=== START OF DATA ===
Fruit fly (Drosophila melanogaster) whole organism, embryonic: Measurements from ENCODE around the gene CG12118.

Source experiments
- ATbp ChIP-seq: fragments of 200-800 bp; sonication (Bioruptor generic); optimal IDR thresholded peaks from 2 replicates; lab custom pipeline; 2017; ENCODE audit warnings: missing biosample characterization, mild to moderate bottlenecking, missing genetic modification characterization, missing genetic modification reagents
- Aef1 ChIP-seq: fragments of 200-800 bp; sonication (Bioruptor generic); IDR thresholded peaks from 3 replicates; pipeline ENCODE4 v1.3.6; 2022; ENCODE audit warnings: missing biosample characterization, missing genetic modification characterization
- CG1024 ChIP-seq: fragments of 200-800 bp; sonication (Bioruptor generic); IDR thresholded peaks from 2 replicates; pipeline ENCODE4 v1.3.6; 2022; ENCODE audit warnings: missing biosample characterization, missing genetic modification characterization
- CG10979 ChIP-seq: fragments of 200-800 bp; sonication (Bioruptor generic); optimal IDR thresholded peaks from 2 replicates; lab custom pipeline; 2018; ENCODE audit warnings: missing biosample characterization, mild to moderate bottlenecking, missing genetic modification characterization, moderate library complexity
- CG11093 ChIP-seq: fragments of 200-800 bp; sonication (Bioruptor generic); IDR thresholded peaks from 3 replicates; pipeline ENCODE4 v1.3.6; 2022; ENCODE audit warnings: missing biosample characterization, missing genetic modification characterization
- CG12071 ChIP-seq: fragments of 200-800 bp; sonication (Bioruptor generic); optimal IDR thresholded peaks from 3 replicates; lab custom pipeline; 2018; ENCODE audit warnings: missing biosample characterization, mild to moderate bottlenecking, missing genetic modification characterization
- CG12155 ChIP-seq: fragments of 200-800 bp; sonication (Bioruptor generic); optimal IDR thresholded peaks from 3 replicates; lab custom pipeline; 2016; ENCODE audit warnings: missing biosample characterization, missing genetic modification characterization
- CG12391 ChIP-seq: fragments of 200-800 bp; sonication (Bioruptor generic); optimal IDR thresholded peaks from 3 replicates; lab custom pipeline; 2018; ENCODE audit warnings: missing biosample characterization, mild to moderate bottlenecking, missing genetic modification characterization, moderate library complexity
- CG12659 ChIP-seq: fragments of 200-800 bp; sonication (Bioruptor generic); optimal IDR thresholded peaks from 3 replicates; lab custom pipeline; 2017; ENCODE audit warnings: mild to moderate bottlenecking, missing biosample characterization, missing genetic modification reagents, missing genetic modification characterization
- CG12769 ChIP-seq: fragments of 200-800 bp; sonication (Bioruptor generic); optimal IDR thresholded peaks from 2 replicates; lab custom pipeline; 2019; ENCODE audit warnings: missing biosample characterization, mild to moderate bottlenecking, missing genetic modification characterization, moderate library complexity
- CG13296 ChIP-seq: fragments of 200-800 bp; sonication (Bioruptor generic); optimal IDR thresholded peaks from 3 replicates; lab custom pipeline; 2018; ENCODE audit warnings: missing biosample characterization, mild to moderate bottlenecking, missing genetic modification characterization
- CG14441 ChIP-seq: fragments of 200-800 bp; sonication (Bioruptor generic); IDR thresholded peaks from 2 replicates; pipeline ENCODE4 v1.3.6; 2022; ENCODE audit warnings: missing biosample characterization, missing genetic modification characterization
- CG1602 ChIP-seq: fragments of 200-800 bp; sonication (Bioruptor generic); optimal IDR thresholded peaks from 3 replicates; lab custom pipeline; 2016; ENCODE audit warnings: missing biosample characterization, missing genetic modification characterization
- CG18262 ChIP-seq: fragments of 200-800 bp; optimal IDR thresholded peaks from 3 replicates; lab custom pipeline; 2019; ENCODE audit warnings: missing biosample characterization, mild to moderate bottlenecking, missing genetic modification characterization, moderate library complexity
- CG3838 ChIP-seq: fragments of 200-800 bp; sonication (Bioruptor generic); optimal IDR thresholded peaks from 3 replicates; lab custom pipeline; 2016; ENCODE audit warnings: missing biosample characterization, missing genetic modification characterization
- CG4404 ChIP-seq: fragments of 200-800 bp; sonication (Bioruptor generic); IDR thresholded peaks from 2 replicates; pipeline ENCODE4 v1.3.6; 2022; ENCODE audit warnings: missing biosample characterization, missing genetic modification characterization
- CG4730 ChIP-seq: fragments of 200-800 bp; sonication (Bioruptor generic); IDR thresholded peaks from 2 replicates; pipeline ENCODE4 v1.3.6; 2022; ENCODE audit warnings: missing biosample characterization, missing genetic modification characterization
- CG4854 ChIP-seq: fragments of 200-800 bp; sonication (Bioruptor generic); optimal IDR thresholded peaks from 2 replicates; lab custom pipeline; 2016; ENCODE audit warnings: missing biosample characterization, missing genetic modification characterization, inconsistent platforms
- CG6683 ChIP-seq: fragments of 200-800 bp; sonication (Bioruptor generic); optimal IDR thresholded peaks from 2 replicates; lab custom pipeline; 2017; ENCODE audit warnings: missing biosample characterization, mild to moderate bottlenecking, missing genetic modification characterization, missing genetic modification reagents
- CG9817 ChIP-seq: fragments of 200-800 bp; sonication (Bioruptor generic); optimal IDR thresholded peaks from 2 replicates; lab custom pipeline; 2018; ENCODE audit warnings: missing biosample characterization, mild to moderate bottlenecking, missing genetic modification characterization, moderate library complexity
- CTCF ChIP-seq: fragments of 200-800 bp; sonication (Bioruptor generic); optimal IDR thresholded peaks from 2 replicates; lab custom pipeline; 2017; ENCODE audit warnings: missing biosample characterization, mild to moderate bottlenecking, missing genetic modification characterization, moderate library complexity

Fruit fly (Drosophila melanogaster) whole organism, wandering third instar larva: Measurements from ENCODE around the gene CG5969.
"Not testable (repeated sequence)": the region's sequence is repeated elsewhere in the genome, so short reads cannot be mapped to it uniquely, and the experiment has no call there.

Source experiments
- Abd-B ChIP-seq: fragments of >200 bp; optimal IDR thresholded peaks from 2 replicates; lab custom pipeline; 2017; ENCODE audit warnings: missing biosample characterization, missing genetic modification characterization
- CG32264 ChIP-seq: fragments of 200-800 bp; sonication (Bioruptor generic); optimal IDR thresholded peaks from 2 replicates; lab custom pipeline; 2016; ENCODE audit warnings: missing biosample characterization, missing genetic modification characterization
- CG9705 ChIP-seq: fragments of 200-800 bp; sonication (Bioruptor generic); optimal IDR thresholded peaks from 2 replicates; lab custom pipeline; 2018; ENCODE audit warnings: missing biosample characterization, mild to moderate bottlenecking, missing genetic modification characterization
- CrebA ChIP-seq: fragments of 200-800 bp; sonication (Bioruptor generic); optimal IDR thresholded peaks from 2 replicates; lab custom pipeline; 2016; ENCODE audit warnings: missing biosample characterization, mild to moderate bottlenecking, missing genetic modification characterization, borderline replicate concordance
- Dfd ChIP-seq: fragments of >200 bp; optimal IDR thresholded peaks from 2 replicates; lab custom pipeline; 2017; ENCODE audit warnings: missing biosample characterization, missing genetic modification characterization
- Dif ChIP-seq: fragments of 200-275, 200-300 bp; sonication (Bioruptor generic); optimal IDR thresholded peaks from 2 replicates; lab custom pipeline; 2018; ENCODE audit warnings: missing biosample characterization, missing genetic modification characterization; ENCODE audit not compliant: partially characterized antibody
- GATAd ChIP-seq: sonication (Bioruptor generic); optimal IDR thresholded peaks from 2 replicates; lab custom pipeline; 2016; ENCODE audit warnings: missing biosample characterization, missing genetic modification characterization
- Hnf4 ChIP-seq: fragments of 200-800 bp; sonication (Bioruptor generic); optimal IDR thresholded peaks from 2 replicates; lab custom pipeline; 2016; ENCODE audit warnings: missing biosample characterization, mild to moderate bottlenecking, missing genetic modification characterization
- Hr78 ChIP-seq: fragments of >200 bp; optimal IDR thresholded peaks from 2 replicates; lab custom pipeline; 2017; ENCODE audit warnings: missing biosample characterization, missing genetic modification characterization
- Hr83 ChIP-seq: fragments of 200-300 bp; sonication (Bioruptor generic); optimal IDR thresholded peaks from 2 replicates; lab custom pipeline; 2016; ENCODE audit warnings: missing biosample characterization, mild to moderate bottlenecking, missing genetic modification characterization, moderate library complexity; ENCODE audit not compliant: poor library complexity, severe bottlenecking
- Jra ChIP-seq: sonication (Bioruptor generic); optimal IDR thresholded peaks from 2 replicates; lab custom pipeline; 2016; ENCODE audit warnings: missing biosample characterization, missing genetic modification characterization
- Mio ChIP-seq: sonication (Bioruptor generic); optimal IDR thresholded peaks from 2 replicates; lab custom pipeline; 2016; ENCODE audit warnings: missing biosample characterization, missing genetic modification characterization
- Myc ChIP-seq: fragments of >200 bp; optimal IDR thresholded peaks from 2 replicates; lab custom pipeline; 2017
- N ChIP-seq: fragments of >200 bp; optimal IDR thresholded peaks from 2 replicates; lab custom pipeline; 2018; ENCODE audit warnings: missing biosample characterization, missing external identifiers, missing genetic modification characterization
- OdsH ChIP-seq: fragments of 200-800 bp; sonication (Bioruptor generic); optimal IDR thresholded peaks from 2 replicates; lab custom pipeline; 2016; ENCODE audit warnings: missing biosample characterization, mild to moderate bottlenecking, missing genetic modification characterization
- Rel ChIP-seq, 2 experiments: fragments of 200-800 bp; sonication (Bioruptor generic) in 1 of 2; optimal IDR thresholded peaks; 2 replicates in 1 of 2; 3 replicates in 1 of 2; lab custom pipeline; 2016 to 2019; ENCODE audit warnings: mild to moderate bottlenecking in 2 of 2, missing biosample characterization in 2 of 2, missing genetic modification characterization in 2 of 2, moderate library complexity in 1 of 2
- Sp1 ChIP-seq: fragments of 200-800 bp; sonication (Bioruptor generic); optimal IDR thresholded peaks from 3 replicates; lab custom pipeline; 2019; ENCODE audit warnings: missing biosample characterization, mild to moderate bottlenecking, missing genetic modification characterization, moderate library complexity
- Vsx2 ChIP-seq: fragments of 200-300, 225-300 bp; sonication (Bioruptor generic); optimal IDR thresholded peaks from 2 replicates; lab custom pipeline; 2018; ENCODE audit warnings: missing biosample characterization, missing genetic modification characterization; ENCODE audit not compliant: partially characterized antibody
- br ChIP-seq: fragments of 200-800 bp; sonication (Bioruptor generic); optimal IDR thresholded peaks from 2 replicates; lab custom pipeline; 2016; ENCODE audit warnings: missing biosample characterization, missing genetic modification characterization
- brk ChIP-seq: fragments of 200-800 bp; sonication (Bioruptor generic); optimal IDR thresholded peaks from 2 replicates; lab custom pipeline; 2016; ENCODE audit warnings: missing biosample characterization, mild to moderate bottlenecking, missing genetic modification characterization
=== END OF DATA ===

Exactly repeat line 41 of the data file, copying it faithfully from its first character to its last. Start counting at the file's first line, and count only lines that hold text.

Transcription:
- OdsH ChIP-seq: fragments of 200-800 bp; sonication (Bioruptor generic); optimal IDR thresholded peaks from 2 replicates; lab custom pipeline; 2016; ENCODE audit warnings: missing biosample characterization, mild to moderate bottlenecking, missing genetic modification characterization